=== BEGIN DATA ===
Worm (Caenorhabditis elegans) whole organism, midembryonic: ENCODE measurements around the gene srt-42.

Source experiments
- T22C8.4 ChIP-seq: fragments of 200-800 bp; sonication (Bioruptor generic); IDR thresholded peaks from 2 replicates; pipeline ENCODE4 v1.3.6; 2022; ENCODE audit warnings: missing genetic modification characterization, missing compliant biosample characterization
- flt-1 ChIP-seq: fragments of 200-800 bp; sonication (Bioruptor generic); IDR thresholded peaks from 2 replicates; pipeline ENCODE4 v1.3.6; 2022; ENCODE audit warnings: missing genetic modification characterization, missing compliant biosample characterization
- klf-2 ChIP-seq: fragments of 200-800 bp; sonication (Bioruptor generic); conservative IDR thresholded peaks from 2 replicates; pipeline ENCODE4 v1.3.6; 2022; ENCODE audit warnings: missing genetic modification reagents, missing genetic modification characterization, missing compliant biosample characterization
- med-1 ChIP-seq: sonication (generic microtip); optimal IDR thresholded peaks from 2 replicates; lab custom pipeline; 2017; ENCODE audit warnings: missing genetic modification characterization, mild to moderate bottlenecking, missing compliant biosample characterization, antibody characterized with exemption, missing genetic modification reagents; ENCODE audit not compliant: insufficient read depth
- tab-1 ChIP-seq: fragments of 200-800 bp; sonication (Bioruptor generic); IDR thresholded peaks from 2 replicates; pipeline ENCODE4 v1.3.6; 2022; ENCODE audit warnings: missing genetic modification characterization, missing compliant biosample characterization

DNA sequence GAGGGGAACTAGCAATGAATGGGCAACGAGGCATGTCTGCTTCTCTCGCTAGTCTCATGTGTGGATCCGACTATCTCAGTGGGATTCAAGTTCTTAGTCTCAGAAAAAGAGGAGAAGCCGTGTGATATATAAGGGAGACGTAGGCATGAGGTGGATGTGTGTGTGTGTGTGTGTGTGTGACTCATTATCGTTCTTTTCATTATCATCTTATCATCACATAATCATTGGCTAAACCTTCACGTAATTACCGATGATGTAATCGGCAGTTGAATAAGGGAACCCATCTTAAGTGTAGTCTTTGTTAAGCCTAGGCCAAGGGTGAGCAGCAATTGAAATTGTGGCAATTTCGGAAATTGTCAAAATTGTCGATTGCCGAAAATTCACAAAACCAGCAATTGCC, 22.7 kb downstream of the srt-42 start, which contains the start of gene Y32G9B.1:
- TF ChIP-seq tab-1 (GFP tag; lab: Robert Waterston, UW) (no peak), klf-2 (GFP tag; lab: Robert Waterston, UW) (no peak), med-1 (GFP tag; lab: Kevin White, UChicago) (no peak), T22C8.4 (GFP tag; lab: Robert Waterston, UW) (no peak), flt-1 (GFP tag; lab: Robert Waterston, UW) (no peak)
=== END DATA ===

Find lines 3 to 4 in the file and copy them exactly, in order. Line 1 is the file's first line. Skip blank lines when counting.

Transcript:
- T22C8.4 ChIP-seq: fragments of 200-800 bp; sonication (Bioruptor generic); IDR thresholded peaks from 2 replicates; pipeline ENCODE4 v1.3.6; 2022; ENCODE audit warnings: missing genetic modification characterization, missing compliant biosample characterization
- flt-1 ChIP-seq: fragments of 200-800 bp; sonication (Bioruptor generic); IDR thresholded peaks from 2 replicates; pipeline ENCODE4 v1.3.6; 2022; ENCODE audit warnings: missing genetic modification characterization, missing compliant biosample characterization